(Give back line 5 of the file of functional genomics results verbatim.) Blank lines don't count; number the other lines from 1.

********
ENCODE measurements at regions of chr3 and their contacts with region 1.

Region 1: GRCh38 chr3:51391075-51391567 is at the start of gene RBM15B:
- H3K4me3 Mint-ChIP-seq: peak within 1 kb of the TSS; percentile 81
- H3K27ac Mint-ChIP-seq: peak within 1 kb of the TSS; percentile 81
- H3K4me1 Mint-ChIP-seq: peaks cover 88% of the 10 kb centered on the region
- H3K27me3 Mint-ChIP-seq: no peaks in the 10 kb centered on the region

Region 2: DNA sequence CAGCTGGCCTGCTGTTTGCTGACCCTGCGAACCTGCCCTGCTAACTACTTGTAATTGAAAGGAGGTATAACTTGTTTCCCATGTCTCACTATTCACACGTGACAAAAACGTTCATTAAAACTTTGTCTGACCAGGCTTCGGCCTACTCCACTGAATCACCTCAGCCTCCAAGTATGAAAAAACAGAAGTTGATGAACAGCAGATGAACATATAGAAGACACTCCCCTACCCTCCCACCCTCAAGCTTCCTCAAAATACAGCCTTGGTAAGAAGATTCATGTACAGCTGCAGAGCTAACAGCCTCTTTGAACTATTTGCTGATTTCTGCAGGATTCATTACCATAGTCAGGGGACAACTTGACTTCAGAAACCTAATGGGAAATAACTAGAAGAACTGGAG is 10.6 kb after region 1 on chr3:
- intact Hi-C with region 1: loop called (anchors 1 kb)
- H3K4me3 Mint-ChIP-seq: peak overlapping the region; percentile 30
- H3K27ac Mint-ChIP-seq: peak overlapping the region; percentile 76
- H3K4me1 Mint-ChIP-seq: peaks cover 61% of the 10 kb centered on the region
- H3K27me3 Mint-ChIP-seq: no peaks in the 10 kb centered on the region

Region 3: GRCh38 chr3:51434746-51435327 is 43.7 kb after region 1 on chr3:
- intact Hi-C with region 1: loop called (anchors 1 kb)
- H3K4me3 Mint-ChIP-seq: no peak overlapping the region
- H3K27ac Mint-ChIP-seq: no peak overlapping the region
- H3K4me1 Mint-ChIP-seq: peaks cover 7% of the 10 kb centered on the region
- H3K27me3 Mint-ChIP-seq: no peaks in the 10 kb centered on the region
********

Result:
- H3K4me1 Mint-ChIP-seq: peaks cover 88% of the 10 kb centered on the region